BENEDICTION (UK 2021) ****
Directed by Terence Davies


Those who enjoyed A LONG DAY CLOSES and DISTANT VOICES, STILL LIVES will be pleased to be entertained with more of the same by Terence Davies in this more ambitious effort that includes both a stronger narrative and a personal touch.  Lots of music and songs with scenes reminiscent (like the cinema theatre scene) of THE LONG DAY CLOSES but it is surely the beautifully written and spoken English that brightens this mostly darkly themed effort.  BENEDICTION as the title implies, a sombre and sumptuous portrait of 20th-century English poet and soldier Siegfried Sassoon (Jack Lowden as the younger and Peter Capaldi as the senior).  Sassoon’ s attempt at conscientious objection to the war leads to his being committed to a Scottish hospital, where he meets and mentors fellow poet and soldier Wilfred Owen.  Director Davies tracks much of Sassoon’s life after the war as a chain of fraught romances — most notably with actor and homme fatale Ivor Novello — and ongoing questions of sexual identity, social mores, and integrity both artistic and personal, leading to Sassoon’s late conversion to Catholicism and struggle to connect with his son.  Director Davies, who himself is gay, clearly leaves his imprint, especially in the dialogue he has written for the script, in the poet’s biography and it makes nothing less than superb cinema.



Directed by Chelsea Christer

BLEEDING AUDIO follows an American rock band, started as The Locals, transforming and changing their name to The Matches.   They hail from Oakland, California, active from 1997 to 2009.   As the Matches, they self-released their debut album E. Von Dahl Killed the Locals in 2003, then signed to Epitaph Records who re-released it the following year. Decomposer followed in 2006, seeing the band move from their pop punk roots in a more idiosyncratic direction with contributions from nine different record producers; it reached no. 18 on Billboard's Independent Albums chart.  The latest on the band invoking them going on hiatus in 2009, releasing a digital album of unreleased songs and demos. Between 2014 and 2018 they reunited several times for shows and tours celebrating the ten year anniversaries of each of their studio albums, resulting in three live albums and a new single.  

Director Chelsea Christer’s documentary has a hidden agenda.  It eventually tells the story of how this punk band got screwed by the music industry and (almost) survived. 

The documentary can be divided into 3 parts.   The first part introduces  the band to the audience.  It begins touting how good the band is.   More is shown of thefts praising how great the band is, rather than the audience hearing the songs performed by the band.  Many of them tattoo the songs performed by the band and other band paraphernalia on their bodies.  The band members are introduced.  They include:

Shawn Harris – rhythm guitar, lead vocals;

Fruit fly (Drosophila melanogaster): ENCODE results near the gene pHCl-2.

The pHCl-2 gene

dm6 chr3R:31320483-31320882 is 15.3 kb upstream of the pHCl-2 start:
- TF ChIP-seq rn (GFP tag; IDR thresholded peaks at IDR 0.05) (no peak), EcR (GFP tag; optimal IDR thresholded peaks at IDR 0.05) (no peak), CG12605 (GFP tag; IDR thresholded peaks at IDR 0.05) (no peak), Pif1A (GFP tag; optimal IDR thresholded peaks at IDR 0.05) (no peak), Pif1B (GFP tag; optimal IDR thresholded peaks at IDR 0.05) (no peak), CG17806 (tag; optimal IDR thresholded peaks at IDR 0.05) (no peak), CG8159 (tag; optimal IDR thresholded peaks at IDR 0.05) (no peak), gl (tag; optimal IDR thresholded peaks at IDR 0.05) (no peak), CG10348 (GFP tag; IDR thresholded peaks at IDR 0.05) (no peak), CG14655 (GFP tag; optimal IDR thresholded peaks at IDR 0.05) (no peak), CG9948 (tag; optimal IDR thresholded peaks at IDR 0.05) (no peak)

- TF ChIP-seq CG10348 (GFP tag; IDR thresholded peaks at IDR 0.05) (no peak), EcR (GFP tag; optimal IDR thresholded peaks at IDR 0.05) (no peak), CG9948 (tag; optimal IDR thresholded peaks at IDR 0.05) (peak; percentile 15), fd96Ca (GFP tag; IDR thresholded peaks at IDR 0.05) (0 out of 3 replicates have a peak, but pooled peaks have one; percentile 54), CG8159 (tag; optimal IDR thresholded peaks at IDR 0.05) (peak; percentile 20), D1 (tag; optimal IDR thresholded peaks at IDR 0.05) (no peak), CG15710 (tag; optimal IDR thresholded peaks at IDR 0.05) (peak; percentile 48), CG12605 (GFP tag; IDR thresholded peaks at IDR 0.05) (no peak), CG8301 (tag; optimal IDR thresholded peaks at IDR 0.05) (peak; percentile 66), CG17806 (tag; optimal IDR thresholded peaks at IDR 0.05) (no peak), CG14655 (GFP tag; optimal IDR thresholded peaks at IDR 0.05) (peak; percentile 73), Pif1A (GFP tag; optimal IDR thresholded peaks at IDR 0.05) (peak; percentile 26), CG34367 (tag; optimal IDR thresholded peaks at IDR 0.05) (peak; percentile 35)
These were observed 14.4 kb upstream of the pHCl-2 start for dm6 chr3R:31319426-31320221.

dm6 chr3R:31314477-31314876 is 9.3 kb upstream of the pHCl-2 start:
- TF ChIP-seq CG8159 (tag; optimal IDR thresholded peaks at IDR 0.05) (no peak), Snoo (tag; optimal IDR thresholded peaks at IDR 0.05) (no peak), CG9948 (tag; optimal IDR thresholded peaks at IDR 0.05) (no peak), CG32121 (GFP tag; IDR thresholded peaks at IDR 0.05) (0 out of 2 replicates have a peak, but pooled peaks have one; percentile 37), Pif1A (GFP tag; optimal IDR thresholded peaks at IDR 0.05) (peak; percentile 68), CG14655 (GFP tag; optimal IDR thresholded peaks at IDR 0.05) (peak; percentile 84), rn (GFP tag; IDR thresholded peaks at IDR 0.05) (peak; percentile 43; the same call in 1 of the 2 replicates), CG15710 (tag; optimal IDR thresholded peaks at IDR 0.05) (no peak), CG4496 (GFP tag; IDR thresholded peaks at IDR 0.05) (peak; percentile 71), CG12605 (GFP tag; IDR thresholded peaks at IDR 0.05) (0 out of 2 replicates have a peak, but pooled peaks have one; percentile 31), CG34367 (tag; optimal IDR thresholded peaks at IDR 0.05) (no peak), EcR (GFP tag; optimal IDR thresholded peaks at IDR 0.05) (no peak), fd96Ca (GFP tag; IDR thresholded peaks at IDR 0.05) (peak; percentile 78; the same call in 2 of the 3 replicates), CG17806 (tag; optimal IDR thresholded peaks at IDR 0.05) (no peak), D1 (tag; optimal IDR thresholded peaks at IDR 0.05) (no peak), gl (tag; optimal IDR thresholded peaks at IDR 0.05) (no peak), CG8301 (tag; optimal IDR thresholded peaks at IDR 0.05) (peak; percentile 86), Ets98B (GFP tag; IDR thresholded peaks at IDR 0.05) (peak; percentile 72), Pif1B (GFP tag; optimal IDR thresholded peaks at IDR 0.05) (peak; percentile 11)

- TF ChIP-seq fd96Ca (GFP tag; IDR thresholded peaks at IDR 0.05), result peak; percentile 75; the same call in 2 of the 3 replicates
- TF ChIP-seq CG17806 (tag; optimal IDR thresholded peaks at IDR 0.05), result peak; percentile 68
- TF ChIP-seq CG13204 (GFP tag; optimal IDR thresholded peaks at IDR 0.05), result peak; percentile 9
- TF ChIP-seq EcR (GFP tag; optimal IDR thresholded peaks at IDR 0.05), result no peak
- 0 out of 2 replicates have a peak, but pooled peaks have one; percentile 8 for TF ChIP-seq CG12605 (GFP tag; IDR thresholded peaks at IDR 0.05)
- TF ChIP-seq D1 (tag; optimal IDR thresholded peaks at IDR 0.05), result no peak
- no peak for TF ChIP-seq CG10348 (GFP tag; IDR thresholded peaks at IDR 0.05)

Matt Esposito – lead guitar, backing vocals;

Justin San Souci – bass guitar, backing vocals;

Matt Whalen – drums, percussion;

Jonathan Devoto – lead guitar, backing vocals;

Dylan Rowe – bass guitar, backing vocals.

The second part of the doc traces the charge of the times and how the band got screwed.  It is mentioned that Matt Whalen is the most business-like member of the band.   The band grew a thriving cult fanbase worldwide, yet remained virtually penniless. Their story overlaps with the drastic changes of the music industry since the takeover of the digital revolution— from declining sales to excessive touring, to illegal downloading and streaming.  It is fortunate that the film studios camped down on illegal pirating of films or the big studios and the film industry would have faced the same deadly fate.  In the East in Hong Kong, this saw the collapse of two major Hong Kong film studios, Shaw Brothers and Cathay organization, leading to the closing of not only the studios but movie theatres.  Cinemagoers should think twice before ‘booing’ at piracy warnings at the beginning of screenings.  The doc also puts partial blame on the band for not registering their songs and therefore losing royalties for 6 years.  The doc includes interviews from some of music’s biggest names like Mark Hoppus (Blink 182), Nick Hexum (311) and Tom Higgenson (Plain White T’s), Bay Area filmmaker Chelsea Christer’s uplifting tribute tracks.

The third part of the doc shows the band’s successful re-union despite odds like the guitarists’ crippling hands disease.

BLEEDING AUDIO is the real thing -  a fast paced doc that shows how impossible it is to succeed in the Music industry despite all the talent a band might possess. 

BLEEDING AUDIO opens on digital and video on demand on Friday, May 27, 2022.



DAZZLING MIRAGE (Nigeria 2014) ***
Directed by Tunde Kelani


DAZZLING MIRAGE is a 2014 Nigerian drama film, produced and directed by Tunde Kelanii that finally gets its premiere this week on Netflix.  The ambitious but flawed film is an adaptation of a novel of the same name by Olayinka Abimbola Egbokhare, adapted to screen by Ade Solanke.  Through telling the story of a young sickle-cell patient, Funmiwo “Funmi” (Kemi 'Lala' Akindoju) for short and the various social and emotional challenges she is faced with, the film aims at both making the world aware of the sickle cell disease as well as the prejudices faced by the sickle cell sufferers.  Sickle cell disease (SCD) is a group of blood disorders typically inherited from a person's parents.  The most common type is known as sickle cell anaemia, featured in the film.   It results in an abnormality in the oxygen-carrying protein haemoglobin found in red blood cells, leading to a rigid, sickle-like shape.  A number of health problems may develop, such as attacks of pain, as suffered by Funmi.

Instead of making a documentary on the subject of sickle cell  sufferers, the filmmakers opt to use a fiction story of a sickle cell sufferer to accomplish their goal.